Scientists discover how bacteria Y. pestis overwhelms the lungs to cause pneumonic plague
Northwestern Medicine scientists are continuing to unravel the molecular changes that underlie one of the world's deadliest and most infamous respiratory infections.
When the bacterium Yersinia pestis enters the lungs, it causes pneumonic plague, a disease that is 100 percent fatal if untreated. The way in which Y. pestis evades the immune system and kills people in a matter of days has largely confounded scientists, until now.
Following a 2007 study demonstrating that the presence of a protein called the plasminogen activator protease (Pla) is required for Y. pestis to live inside the lungs, Wyndham Lathem, PhD, assistant professor in Microbiology-Immunology, has found what role Pla plays during disease.
The activator shuts down a molecule, Fas ligand (FasL), which stimulates a form of programmed cell death known as apoptosis. The result is a disrupted immune response during infection. This allows Y. pestis to overwhelm the lungs, causing death.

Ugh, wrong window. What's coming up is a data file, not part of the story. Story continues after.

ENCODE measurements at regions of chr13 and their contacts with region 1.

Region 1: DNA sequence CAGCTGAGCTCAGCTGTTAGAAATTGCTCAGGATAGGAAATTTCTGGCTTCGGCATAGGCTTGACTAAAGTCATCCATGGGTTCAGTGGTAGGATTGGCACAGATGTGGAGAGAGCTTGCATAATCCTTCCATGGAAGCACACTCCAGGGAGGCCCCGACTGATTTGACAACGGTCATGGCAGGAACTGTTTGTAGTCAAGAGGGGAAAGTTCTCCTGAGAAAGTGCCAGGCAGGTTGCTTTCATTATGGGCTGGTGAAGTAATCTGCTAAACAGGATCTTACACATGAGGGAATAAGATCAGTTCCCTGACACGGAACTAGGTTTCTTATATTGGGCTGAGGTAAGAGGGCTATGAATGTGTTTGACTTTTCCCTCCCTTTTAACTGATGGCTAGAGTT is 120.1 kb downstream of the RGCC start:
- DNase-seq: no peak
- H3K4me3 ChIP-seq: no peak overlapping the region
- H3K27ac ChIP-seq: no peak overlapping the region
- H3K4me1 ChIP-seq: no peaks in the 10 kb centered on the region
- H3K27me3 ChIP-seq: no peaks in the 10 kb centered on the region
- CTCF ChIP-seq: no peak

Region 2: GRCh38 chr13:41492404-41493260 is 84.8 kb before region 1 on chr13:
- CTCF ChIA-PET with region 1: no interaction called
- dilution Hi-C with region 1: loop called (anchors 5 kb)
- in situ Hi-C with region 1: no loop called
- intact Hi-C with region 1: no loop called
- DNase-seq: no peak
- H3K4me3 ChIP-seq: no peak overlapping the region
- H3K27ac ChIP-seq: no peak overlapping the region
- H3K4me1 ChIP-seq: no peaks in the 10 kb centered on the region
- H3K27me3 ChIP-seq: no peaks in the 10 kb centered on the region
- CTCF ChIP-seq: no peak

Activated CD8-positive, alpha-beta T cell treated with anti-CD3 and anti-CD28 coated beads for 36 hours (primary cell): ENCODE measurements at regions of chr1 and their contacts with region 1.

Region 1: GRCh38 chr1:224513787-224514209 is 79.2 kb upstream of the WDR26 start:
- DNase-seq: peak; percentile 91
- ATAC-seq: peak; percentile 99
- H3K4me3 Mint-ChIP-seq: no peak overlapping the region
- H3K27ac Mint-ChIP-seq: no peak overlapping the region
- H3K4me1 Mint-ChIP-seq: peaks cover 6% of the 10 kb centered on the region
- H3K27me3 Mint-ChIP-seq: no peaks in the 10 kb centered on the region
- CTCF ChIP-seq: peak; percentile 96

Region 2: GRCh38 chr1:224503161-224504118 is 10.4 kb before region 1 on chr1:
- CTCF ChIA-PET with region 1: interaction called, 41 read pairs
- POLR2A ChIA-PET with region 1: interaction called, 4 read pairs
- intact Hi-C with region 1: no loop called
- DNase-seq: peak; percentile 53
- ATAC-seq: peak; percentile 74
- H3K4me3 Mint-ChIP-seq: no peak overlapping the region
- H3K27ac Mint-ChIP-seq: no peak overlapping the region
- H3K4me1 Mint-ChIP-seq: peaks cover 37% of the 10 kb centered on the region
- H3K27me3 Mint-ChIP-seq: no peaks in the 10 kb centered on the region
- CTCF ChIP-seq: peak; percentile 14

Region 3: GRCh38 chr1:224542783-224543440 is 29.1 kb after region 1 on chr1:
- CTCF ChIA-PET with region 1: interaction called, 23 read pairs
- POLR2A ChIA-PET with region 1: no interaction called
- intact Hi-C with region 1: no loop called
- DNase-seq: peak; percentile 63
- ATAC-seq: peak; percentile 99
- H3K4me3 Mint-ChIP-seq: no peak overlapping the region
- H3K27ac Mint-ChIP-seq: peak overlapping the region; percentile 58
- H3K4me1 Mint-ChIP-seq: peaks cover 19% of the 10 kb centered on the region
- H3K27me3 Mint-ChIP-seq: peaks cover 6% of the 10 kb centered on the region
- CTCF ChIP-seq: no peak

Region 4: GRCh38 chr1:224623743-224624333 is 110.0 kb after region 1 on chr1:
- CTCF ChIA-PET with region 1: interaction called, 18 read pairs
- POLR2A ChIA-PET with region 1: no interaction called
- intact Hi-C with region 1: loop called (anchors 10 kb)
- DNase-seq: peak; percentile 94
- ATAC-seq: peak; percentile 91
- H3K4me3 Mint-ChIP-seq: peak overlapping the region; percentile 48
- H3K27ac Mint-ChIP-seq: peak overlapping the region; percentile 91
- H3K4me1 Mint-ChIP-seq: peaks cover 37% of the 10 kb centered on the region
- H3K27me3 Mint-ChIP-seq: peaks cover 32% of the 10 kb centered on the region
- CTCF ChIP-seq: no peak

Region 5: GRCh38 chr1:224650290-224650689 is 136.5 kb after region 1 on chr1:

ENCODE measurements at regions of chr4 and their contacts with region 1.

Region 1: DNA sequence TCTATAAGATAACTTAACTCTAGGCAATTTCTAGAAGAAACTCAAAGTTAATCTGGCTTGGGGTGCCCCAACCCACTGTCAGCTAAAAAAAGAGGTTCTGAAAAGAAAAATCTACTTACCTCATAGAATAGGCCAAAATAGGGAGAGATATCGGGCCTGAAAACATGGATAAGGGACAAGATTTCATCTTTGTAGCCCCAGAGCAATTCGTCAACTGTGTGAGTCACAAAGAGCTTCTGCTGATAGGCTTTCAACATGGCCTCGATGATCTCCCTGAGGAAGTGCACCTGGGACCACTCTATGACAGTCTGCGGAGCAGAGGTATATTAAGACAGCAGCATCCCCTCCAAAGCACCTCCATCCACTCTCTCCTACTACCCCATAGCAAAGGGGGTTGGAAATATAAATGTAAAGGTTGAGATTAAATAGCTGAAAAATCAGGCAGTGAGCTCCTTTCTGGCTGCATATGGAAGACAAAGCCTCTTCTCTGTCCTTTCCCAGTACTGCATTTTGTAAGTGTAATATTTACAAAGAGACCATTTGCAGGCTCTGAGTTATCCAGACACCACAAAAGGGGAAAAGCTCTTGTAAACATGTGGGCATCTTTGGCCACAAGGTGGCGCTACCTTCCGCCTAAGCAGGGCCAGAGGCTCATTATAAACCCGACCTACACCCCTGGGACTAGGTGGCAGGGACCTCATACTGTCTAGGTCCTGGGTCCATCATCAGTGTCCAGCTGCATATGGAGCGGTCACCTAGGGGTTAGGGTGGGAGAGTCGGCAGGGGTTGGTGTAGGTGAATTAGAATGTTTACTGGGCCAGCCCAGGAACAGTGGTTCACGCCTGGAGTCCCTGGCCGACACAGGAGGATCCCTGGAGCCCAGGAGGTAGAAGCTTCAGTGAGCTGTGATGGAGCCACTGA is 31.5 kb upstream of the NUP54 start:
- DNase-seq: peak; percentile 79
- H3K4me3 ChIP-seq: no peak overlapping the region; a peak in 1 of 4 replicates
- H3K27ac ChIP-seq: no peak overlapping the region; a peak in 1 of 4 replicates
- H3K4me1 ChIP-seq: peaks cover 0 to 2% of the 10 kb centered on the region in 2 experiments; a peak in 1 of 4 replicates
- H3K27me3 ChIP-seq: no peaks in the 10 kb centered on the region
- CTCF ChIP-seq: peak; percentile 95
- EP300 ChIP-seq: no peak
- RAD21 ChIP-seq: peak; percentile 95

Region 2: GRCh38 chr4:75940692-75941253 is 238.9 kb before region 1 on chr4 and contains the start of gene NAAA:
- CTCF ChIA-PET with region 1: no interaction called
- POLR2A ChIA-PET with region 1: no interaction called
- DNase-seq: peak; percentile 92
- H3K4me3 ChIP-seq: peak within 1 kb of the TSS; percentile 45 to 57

"This is the first time anyone has shown how bacteria can subvert apoptotic cell death by directly destroying Fas ligand," said Lathem, a member of the Center for Genetic Medicine and Interdepartmental Immunobiology Center.
The findings were published April 9 in Cell Host & Microbe.
To study its effects, scientists added Pla to glass slides with various fluorescently-tagged proteins. If the protease showed an affinity for a specific protein, it would chew off pieces, making it appear less florescent when viewed under a microscope.
"We knew that Pla must be chopping up host proteins in some manner and we looked to discover exactly what proteins were being affected," said first author Adam Caulfield, a research associate in Lathem's lab.
"As we reviewed possible hits, the 'aha moment' came when we saw Fas ligand on the list of affected proteins, because we know Fas is an integral receptor for controlling cell death," said Lathem. "The process of Pla degrading Fas ligand effectively prevents the lungs from being able to clear the infection."